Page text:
Sunday 2 November 2008 (05 Dhul Qa`dah 1429) 

      Haj pilgrims urged to buy IDB coupons for sacrificial animals
      P.K. Abdul Ghafour | Arab News 
      JEDDAH: The sacrificial meat from 700,000 sheep, and 10,000 camels and 
cows would be distributed to the poor in 24 Muslim countries across the world, 
Ahmed Mohammed Ali, president of the Islamic Development Bank (IDB) announced 

      Addressing a press conference, he said more than 30,000 workers, 
including butchers and administrators, 700 veterinary doctors and 400 religious 
experts would be deployed to carry out the meat utilization project, which has 
been supervised by the bank since its introduction 26 years ago.

      Ali urged foreign Haj missions to encourage their pilgrims to purchase 
coupons for sacrificial animals that would be made available at outlets in 
Makkah, Mina and Madinah, and at the Kingdom's entry points. The committee in 
charge of the project signed an agreement last June with Saudi Post to market 
the "hady," "adahi," "sadaqa" and "fidya" coupons among pilgrims who can either 
get coupons from SP offices or via its website.

      Pilgrims can also visit the project's website, which was 
designed with the National Commercial Bank, to purchase coupons using their 
credit cards. Last year the bank utilized the meat of 763,422 sheep, and 6,008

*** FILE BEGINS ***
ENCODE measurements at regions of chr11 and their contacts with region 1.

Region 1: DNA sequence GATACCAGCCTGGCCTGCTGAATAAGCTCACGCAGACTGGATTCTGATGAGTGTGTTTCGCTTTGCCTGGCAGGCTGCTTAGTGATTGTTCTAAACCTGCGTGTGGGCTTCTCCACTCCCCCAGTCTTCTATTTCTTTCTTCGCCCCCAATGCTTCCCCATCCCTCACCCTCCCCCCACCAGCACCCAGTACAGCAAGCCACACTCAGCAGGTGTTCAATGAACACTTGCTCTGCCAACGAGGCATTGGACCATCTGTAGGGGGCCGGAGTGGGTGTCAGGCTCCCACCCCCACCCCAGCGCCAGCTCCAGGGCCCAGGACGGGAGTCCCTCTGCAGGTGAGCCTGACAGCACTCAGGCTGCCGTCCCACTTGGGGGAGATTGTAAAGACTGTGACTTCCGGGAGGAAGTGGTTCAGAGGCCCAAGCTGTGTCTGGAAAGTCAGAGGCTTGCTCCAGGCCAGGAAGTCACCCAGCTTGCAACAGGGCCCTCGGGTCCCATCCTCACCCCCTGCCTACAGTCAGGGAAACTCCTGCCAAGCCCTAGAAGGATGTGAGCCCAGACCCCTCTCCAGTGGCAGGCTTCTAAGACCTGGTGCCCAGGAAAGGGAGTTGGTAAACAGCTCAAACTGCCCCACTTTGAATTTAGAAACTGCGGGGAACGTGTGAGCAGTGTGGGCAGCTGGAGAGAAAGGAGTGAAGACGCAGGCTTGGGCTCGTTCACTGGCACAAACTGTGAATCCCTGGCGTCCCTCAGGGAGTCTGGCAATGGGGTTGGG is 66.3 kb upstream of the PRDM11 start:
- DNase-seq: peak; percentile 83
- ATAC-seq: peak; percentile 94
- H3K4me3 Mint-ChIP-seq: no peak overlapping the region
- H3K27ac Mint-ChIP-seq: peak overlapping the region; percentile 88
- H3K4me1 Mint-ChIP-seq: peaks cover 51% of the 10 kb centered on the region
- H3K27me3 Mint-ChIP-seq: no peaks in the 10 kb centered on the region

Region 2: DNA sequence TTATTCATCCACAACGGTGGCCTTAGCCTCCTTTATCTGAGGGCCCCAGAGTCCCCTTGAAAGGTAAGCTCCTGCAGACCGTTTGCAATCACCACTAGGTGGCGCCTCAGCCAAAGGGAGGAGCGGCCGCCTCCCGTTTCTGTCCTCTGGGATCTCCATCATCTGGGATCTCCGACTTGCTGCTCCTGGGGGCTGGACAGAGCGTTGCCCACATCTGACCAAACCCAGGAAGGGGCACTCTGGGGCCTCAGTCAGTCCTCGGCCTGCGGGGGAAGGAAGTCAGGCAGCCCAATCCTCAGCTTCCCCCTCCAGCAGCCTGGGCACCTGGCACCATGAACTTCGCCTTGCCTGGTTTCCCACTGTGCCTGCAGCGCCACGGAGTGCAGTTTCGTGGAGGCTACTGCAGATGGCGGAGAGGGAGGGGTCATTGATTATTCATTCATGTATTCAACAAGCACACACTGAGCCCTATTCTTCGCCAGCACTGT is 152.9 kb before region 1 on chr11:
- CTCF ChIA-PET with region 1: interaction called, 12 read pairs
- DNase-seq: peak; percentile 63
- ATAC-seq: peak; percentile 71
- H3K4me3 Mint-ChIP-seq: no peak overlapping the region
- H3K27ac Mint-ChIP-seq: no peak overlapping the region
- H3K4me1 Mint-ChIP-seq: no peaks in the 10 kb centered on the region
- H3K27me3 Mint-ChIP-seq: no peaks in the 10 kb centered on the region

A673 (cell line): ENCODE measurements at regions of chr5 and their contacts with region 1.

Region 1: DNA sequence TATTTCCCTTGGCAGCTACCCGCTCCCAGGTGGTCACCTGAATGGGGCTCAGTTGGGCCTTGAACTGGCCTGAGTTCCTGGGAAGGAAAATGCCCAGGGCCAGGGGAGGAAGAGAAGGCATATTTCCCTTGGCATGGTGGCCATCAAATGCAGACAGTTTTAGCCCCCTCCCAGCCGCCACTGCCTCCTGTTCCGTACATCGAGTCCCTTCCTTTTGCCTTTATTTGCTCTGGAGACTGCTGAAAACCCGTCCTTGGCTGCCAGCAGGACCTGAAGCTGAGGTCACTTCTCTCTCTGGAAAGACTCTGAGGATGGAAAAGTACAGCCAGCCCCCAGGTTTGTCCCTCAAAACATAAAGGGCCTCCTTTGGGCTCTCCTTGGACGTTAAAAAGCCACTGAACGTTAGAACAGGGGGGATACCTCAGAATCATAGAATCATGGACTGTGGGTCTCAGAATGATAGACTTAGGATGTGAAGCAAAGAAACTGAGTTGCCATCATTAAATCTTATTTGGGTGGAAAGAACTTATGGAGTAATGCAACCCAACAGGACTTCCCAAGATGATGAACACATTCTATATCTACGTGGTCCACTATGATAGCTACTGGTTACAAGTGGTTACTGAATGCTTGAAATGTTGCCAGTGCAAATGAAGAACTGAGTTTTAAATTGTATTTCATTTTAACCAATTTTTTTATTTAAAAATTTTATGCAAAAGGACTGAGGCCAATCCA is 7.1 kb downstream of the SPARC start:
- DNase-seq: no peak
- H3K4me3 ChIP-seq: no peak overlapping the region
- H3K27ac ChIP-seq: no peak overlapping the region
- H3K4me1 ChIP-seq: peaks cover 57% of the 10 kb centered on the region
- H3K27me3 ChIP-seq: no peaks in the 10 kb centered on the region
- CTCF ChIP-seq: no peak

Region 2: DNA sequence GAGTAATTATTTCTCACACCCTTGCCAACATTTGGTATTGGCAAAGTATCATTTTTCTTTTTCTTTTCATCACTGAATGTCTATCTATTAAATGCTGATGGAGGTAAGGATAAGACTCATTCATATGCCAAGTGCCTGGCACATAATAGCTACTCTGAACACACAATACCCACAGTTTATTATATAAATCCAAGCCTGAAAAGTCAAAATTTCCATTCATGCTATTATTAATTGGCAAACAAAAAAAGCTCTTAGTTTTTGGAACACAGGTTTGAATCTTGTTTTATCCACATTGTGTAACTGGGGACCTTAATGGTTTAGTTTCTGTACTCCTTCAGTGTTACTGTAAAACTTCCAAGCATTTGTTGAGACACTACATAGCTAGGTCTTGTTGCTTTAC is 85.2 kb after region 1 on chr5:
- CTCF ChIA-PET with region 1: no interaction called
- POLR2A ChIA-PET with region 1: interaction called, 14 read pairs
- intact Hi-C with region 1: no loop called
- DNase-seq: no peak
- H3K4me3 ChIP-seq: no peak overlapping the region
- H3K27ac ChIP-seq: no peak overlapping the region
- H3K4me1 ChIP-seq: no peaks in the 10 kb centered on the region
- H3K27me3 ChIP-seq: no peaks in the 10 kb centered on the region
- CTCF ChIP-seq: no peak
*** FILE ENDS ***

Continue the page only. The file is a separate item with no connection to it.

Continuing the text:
camels and cows. The project began in 1982 with the meat of 63,000 animals used.

      Mohammed Ali said the project was instrumental in properly utilizing the 
valuable meat of sacrificial animals during the annual Haj. Prior to the 
formation of the meat utilization project, sacrificial meat would often go to 
waste due to the intense Arabian heat, causing environmental problems in Makkah 
and its surrounding areas.

      He added that the Saudi government had spent more than SR1 billion in 
establishing state-of-the-art abattoirs with advanced facilities in Moaisem, an 
area located close to Mina. This year the bank would charge SR395 for each 
sacrificial sheep - the amount includes service charges. Groups of pilgrims, 
each with no less than 30 people, can send their representatives to the 
slaughterhouse to witness the slaughtering of their sacrificial animals.

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